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Table 1 Participant, HL researcher, key-informant, & health care professional quotes

From: A conceptual model of functional health literacy to improve chronic airway disease outcomes

Conceptualization Process
 “You need to focus on functional health literacy, which is a concept that describes the practical application of a wide range of cognitive and non-cognitive skills in real life, rather than a single literacy skill in a clinical setting.” (Key-Informant)
 “Frame your model to develop a functional health literacy tool, which is the outcome of intervention rather than the independent variable and captures how people use literacy for their health. Your framework for health literacy should follow a life course determinant model.” (HL Researcher)
 “Most of the HL work myopically focuses on the patient side. It’s time to focus on health care professionals and the system’s health literacy. Doing so, we need to work with public health professionals, work with journalists. Need to measure both sides of the partnership and the context [patients and care provider]. Analyze the tasks, tools and systems.” (HL Researcher)
Proposed CADMaHL Model
 “… well, your framework should cover two different things: I think if you want to measure ability to obtain and understanding the concepts, information, and services, I would go with the first four domains, accessing, understanding, communicating and evaluating. If you want to measure people’s agency and confidence in using information to make change, I’d go with the Use domain at the end of the spectrum.” (HL Researcher)
 “Your definition [Calgary Charter definition of HL] seems adequate except from the addition of a link between health literacy competence and changes in lifestyle or disease management practice.” (HL Researcher)
 “To me, health literacy means ‘enacting’ or ‘putting into practice’ the knowledge for living healthy. I would like to see a tool asking patients [to] illustrate how they would actually enact or use information they obtain into self-management practice – this is health literacy!” (Respiratory Educator)
Module 1.1 Access
“Whether individuals are competent to access needed services, handle transitions, and find relevant information, which indeed are the navigation skills”. (Key-Informant)
“Maybe you should add navigation skills into the accessing information domain to see if you can assess your patients’ ability to seek and find needed information.” (Key-Informant)
“Lots of people think they can go and find information [themselves]; everything they need to know about medications now, yet 80% of the stuff you find on the web is crap. So, unless they go and get good advice from their doctor, they are going to be misled by internet and exposed to unnecessary risk.” (Patient)
Module 1.2 Understand
“I use plain language and then the teach-back method to get the patients to show me what they retain. For example, when I am teaching an inhaler, I have placebos for them to use to show me what I have just taught them. So, sometimes they get to understand that way”. (Respiratory Educator)
“[In using prednisone] some things might not be clear to people because of jargon [used by the doctor] which might make this more difficult”. (Patient)
“Still, I do not know the different types of inhalers; I know one helps me faster than the other, but I don’t really understand the difference between the puffers. Information in English that are verbally translated to a foreign language are often difficult for patients (non-English speaking) to understand”. (Patient)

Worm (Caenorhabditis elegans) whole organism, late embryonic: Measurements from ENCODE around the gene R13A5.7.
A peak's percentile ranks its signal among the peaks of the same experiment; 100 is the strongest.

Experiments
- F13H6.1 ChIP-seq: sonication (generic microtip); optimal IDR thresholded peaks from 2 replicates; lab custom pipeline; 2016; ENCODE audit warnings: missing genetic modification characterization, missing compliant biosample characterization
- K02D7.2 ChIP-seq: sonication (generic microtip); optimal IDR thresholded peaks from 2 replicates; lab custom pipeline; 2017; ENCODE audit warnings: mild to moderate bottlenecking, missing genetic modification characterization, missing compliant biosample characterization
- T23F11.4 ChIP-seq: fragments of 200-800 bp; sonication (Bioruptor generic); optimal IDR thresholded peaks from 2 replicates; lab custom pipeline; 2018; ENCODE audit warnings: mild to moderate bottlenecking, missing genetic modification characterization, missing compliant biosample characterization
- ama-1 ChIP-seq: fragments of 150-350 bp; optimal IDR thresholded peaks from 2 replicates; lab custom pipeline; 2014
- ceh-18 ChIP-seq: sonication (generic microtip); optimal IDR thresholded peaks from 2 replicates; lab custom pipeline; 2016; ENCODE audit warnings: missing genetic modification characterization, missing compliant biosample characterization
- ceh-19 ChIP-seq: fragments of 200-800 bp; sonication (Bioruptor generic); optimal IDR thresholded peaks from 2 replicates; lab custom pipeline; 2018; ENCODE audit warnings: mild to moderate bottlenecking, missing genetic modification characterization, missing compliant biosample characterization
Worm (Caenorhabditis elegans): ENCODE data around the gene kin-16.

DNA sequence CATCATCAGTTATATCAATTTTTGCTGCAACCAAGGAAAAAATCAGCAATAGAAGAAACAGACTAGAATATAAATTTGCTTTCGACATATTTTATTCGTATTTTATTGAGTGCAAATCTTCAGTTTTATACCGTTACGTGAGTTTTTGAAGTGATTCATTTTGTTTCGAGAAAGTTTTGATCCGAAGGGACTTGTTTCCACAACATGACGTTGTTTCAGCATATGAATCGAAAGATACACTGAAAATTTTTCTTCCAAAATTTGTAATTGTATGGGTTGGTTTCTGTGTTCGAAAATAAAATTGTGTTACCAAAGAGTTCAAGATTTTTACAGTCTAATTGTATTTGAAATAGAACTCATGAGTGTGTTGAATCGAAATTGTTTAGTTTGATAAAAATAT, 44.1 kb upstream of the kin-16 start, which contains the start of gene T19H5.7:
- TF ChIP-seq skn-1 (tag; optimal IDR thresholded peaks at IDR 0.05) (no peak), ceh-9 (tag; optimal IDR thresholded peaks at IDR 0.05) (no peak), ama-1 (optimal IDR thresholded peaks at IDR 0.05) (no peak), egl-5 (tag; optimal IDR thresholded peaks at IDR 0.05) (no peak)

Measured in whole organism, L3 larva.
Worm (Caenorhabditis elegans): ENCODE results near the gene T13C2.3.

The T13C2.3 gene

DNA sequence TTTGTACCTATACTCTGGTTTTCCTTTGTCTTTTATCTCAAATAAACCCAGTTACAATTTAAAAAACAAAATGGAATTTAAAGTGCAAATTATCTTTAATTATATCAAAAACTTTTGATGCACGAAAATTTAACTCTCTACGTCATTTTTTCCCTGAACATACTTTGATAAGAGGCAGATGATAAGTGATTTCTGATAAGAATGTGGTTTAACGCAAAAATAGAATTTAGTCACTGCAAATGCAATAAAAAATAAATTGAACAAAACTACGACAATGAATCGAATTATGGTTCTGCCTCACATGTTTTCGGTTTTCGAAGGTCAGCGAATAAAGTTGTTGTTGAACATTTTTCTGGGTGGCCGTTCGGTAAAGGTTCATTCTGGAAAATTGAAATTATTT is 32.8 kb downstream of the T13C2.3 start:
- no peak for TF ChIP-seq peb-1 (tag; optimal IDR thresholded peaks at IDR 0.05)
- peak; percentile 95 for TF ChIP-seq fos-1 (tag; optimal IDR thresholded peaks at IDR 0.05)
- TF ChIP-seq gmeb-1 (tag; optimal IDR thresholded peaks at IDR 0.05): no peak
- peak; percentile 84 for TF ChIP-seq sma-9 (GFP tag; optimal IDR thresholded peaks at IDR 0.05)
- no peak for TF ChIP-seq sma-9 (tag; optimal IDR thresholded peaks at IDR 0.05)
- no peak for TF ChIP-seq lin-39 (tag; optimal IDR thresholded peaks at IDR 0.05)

Module 1.3 Evaluation
“If after following the doctor’s information and instruction I am actually able to manage my chronic condition, and actually able to see that the amount of flare ups have been decreasing, I would apply it in my daily routine when I get positive reinforcement.” (Patient)
“How do I know whether the information is useful? I’ll try it out, what, like, if the doctor has said and if it works then I’ll follow. So, it is a trusting of my doctor’s knowledge and also my feeling that it works for me.” (Patient)
“… it [information] has to be able to allow you to use it to make some sort of a strategy and then be able to evaluate if it’s working, if it’s not working, if it needs to be adjusted before you apply it again.” (Patient)
“The person’s ability to find relevant health information and support is the first step to self-manage their disease. It highly depends on patient’s needs to assess the information they receive (with a recognition that relevance of the information depends on their current personal needs and changing contexts of their lives) and use this understanding in decision-making which will lead to actions which are health enhancing.” (HL Researcher)
 “In order for information to be useful, first of all, you have to identify with it. It has to be pertinent to you. It has to be accurate. It’s something that I’ll look at and it might raise a question or two that I can take to my doctor.” (Patient)
Module 1.4 Communication
“My doctor should convince me why I have to take a new medication, but there are other people around me that always ask ‘why [are] you taking this medication?’ ‘Don’t listen to them [doctors].’ ‘That’s not good for you, but you have to decide.’ That’s the kind of communication challenge that I’m normally juggling, what should I do? Should I listen to my very good friend [sic] -- my family next to me for many years? Should I listen to my doctor because I trust my doctor?” (Patient)